Menstrual Hygiene Day 2017: Education Changes Everything

May 28th is Menstrual Hygiene Day. This internationally recognized day “raises awareness of the challenges women and girls worldwide face due to their menstruation and highlights solutions that address these challenges.” (source)

This year’s theme is “education,” something all of us at Pure Water for the World take very seriously. Our WASH (water, sanitation and hygiene) training teams work diligently to integrate menstrual hygiene management education into family, school, and community-wide programs.

In Honduras, we have incorporated menstrual hygiene management into our teacher workshops and training programs, so they can easily integrate the concepts into their existing curriculum. These trainings help teachers understand the importance of good-quality, gender-specific latrines so that they can advocate for improved sanitation access. We also help schools with building gender-specific latrines, in conjunction with hand-washing stations, that support girls having access to safe, hygienic toilets at school.

We are taking steps to add these components into our offerings in Haiti in the very near future. Read about our introductory work below, and stay tuned to learn more.

A lack of knowledge and facilities to manage menstruation often leads to girls missing school about one week each month. Can you imagine the consequences of missing a quarter of school days every year? Furthermore, many parents have limited education themselves and can’t help their children with missed schoolwork. This puts girls at a disproportionate disadvantage in higher educational achievement.

— PWW’s Events for Menstrual Hygiene Day 2017 —

Out of the Shadow: Trojes, Honduras

This event will be held on May 19th at a local Trojes school. The title has two meanings:

  1. Menstruation is still taboo in rural Trojes, Honduras. We work to educate girls, families and schools to remove any negative stigmas.
  2. The sanitary pads we make by hand in rural Trojes, Honduras are crafted from umbrellas that no longer work. Since the material is impermeable, we fill them with old clothes to work as a sanitary economic option for girls and mothers.

For this event, parents at a local school, with almost 400 children, said “yes” to bringing their old umbrellas to be used for this good purpose. The Pure Water for the World team will be sewing pads with the mothers of fifth and sixth grade girls. We will create a small comic book as a manual, teaching what to do before and during menstruation, as well as how to make a pad in few easy steps.

The day will end with the inauguration of four gender-specific latrines for girls.

Introducing Menstrual Hygiene: Les Cayes, Haiti

We will be introducing menstrual hygiene training into Haiti in the town of Les Cayes, where Hurricane Matthew left widespread destruction and devastation for so many families back in October 2016.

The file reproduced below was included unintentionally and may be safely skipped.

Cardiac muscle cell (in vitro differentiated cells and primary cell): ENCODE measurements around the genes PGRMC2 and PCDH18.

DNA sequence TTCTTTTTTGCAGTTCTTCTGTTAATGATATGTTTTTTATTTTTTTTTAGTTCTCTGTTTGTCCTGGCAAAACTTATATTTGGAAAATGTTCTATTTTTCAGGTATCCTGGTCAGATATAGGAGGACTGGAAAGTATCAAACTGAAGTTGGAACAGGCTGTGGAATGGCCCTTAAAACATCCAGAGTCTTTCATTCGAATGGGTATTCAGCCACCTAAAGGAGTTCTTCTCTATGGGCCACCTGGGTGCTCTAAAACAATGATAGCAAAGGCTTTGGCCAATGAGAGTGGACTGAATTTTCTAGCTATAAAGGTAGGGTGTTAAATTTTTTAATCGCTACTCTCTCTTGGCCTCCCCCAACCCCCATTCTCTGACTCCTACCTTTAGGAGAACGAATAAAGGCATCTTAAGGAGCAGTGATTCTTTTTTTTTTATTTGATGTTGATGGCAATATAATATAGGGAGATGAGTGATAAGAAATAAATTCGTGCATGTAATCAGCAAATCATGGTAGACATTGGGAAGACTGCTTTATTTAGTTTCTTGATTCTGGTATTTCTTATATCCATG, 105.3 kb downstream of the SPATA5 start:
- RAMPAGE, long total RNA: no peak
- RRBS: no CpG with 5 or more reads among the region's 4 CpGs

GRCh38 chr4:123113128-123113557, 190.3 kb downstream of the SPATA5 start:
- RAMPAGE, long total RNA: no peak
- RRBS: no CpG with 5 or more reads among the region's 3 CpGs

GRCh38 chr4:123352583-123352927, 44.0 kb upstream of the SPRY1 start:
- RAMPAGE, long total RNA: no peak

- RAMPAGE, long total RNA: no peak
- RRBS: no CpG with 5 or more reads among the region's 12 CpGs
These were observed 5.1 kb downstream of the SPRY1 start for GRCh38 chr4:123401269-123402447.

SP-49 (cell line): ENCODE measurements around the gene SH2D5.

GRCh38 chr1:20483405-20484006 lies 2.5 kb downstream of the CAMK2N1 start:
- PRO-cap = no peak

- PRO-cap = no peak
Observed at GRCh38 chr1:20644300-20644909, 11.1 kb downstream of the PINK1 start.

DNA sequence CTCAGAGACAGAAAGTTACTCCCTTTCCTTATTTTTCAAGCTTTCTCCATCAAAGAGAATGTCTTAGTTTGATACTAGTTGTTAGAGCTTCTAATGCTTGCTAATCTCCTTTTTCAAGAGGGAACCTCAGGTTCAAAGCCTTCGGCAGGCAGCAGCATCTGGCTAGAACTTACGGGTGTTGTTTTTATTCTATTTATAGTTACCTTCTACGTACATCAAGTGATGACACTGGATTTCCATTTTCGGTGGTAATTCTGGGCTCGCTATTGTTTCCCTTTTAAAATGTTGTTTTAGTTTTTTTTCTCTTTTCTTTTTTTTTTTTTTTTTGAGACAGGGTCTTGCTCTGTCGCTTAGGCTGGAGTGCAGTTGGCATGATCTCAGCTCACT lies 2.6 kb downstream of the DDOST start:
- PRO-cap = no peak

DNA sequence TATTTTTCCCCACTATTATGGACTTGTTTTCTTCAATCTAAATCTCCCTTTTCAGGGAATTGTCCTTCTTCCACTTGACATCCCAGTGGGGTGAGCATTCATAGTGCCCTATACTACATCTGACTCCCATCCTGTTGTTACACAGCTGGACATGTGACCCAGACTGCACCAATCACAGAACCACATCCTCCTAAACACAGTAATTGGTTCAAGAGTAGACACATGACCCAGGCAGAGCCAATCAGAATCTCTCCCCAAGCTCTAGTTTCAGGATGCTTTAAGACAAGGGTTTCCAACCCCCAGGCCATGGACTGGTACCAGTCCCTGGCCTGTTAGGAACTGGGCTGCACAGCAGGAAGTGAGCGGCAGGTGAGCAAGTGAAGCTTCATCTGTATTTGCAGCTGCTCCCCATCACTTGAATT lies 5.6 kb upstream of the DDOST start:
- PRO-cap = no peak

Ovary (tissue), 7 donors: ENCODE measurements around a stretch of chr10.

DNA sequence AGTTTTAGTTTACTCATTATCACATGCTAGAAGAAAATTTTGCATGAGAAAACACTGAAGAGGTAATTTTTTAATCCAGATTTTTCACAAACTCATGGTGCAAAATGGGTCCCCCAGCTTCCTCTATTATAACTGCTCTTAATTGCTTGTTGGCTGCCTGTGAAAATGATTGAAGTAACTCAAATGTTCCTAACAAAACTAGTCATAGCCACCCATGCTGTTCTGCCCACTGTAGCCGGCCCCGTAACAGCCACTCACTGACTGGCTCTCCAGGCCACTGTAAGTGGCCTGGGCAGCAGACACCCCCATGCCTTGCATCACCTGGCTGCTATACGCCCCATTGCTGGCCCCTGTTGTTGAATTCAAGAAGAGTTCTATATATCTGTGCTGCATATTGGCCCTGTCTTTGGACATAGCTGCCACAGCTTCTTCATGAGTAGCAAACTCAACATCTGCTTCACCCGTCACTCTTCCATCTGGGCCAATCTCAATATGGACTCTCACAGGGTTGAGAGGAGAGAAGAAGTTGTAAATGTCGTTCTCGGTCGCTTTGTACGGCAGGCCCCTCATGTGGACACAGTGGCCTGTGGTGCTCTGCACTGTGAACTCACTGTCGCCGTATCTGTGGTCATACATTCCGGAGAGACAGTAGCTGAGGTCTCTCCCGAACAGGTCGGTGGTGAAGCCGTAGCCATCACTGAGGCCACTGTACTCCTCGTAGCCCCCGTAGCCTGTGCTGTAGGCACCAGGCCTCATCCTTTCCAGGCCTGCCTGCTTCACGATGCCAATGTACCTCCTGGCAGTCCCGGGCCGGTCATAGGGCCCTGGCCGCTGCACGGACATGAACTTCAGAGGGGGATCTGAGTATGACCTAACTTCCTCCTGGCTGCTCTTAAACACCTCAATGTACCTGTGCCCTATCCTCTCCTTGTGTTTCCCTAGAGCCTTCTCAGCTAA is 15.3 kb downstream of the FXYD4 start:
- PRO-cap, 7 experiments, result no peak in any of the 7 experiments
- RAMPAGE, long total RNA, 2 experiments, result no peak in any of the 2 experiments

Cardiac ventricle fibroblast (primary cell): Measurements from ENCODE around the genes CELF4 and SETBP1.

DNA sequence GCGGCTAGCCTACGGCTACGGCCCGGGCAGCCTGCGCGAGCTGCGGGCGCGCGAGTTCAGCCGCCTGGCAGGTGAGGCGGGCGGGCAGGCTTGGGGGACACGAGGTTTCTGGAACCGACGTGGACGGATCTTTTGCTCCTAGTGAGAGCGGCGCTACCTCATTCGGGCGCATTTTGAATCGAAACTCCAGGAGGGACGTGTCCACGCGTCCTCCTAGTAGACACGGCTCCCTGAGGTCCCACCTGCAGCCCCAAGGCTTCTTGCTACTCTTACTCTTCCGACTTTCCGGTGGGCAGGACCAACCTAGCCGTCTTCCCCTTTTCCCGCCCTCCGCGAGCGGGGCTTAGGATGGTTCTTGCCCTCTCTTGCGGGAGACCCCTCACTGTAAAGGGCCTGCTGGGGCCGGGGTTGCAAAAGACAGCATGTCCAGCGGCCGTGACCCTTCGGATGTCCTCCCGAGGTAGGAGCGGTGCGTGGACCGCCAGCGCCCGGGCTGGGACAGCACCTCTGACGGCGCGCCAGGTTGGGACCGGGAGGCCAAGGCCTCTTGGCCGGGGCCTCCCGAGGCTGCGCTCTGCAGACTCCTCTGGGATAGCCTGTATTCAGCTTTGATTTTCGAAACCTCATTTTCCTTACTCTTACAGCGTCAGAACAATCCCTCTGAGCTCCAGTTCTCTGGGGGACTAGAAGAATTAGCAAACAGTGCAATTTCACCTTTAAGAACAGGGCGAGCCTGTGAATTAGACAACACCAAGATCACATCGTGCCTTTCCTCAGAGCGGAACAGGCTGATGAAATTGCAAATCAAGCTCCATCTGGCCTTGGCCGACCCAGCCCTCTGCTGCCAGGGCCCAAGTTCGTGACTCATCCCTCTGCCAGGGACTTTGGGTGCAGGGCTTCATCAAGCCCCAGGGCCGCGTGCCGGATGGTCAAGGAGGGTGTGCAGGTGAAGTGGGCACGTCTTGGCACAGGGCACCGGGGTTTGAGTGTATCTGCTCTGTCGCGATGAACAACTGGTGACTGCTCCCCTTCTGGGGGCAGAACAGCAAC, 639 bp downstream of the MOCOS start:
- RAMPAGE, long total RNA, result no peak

Our event will be held on May 20th, from 2:00-5:00pm (EST). We will be going to a clinic to work with teenagers who have scoliosis.

As we are just launching our menstrual hygiene training program in Haiti, we will conduct this initial workshop to teach the basics about menstruation and how to safely manage this natural, monthly cycle. Our goal is to create an open discussion that will help us to establish a baseline for assessing the taboo of menstruation among the Haitian rural culture in order to properly design our program for these girls, women and communities.

For this event, we are partnering with doctors who will be helping us speak about the hygiene aspects during menstruation that are specifically related to the conditions the female patients at this clinic experience.

Menstrual Hygiene Management Supports the SDGs!

We want to add that Menstrual Hygiene Management directly links to supporting the achievement of several of the United Nation’s Sustainable Development Goals (SDGs). Specific to SDG-6, focused on water and sanitation, the following is shared (click here to see diagram):

  • Fact: “2.4 billion people have no access to improved sanitation facilities. Lack of access to facilities, or inadequate facilities that do not ensure privacy and hygiene, particularly affect women and girls.”
  • Goal: “Ensure that all women and girls have access to water and sanitation facilities that are safe, socially and culturally acceptable and allow for the safe disposal of menstrual products.”

What can YOU do to support this effort?

Your support of Pure Water for the World not only provides life-saving clean water and safe sanitation, but also comprehensive hygiene education services that improve the overall health of communities.

You can help girls stay healthy and in school by supporting our menstrual hygiene training work in Honduras and Haiti with a financial donation. If desired, you can indicate that your gift is to be used for menstrual hygiene programs.

You can also show your support of this important issue by tweeting #MenstruationMatters and sharing on Facebook, Instagram and Twitter.